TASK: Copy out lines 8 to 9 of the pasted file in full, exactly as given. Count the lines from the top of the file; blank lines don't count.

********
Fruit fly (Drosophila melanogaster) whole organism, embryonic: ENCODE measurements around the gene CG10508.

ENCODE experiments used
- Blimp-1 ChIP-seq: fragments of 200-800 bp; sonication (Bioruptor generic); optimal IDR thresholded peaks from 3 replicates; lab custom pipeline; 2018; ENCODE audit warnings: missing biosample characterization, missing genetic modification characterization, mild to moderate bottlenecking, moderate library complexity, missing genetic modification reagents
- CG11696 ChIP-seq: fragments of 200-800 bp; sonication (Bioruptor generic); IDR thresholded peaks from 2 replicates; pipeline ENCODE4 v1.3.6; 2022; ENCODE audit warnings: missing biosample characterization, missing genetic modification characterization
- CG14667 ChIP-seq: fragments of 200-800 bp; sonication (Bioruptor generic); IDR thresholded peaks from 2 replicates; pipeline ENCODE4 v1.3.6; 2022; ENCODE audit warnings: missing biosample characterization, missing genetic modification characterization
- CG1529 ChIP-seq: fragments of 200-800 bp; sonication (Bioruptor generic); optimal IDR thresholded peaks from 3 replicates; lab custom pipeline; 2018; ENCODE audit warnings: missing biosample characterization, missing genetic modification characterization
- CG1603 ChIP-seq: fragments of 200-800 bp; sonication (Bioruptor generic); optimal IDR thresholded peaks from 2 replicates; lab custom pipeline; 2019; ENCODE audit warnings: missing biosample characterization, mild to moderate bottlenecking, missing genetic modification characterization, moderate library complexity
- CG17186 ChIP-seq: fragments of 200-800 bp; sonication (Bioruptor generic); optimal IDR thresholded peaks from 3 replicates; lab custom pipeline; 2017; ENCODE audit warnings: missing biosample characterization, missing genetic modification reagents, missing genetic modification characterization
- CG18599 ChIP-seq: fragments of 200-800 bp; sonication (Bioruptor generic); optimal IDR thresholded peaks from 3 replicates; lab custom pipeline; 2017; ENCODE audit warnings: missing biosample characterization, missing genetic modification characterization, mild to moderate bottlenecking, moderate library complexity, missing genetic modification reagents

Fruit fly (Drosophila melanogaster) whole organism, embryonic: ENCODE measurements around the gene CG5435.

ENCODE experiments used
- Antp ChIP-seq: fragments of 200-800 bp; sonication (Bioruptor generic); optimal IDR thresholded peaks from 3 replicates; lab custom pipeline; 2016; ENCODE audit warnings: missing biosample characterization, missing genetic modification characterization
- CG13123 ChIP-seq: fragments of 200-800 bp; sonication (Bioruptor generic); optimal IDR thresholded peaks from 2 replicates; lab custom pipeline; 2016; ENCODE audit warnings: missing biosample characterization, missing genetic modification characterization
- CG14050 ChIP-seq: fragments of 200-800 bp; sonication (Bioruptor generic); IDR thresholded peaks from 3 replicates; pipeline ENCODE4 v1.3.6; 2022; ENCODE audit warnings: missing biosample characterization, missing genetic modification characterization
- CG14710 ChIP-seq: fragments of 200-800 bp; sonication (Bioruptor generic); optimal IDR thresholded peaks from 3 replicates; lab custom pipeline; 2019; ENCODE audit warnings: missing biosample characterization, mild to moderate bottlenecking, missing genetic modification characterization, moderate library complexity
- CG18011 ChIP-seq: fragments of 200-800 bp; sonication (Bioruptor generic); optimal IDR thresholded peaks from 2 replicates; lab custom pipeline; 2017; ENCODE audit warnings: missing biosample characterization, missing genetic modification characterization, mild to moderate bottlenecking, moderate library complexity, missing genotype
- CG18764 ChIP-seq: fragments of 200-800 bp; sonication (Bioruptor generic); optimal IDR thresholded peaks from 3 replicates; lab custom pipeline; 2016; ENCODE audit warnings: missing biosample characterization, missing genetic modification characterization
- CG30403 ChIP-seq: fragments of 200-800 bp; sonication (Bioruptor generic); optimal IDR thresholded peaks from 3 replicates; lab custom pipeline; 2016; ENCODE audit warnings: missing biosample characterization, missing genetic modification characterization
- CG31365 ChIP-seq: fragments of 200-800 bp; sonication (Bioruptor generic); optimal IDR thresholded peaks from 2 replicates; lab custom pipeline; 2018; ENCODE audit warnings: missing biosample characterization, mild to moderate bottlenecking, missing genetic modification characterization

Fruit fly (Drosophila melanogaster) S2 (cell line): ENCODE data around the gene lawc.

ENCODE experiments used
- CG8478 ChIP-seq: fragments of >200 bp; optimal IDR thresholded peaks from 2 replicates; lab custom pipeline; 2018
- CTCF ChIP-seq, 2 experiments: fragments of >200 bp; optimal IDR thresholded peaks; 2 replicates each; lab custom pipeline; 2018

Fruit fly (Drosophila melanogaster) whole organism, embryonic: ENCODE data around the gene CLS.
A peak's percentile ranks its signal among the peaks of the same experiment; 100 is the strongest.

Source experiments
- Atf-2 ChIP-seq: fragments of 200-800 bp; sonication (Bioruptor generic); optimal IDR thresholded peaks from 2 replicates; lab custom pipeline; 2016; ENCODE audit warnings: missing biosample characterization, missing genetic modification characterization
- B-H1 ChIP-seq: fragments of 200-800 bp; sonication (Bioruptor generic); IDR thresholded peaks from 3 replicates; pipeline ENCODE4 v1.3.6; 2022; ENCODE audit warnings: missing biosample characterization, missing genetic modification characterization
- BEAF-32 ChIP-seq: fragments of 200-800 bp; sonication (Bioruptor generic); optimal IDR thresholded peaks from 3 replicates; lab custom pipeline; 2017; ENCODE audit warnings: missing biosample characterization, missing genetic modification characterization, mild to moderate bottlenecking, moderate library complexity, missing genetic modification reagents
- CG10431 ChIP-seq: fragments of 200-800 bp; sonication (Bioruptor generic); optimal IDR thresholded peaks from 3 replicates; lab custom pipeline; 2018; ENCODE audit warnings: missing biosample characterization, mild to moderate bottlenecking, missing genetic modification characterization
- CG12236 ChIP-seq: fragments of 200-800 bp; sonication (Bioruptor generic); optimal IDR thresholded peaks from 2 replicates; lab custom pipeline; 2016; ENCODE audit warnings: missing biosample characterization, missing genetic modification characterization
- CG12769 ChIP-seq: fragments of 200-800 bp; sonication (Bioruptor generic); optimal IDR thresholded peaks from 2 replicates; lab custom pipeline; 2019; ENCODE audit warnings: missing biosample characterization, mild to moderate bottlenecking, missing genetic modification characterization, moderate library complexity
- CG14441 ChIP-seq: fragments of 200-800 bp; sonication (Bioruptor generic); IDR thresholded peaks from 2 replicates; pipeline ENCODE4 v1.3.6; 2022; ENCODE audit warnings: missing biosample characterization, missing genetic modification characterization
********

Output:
- CG17186 ChIP-seq: fragments of 200-800 bp; sonication (Bioruptor generic); optimal IDR thresholded peaks from 3 replicates; lab custom pipeline; 2017; ENCODE audit warnings: missing biosample characterization, missing genetic modification reagents, missing genetic modification characterization
- CG18599 ChIP-seq: fragments of 200-800 bp; sonication (Bioruptor generic); optimal IDR thresholded peaks from 3 replicates; lab custom pipeline; 2017; ENCODE audit warnings: missing biosample characterization, missing genetic modification characterization, mild to moderate bottlenecking, moderate library complexity, missing genetic modification reagents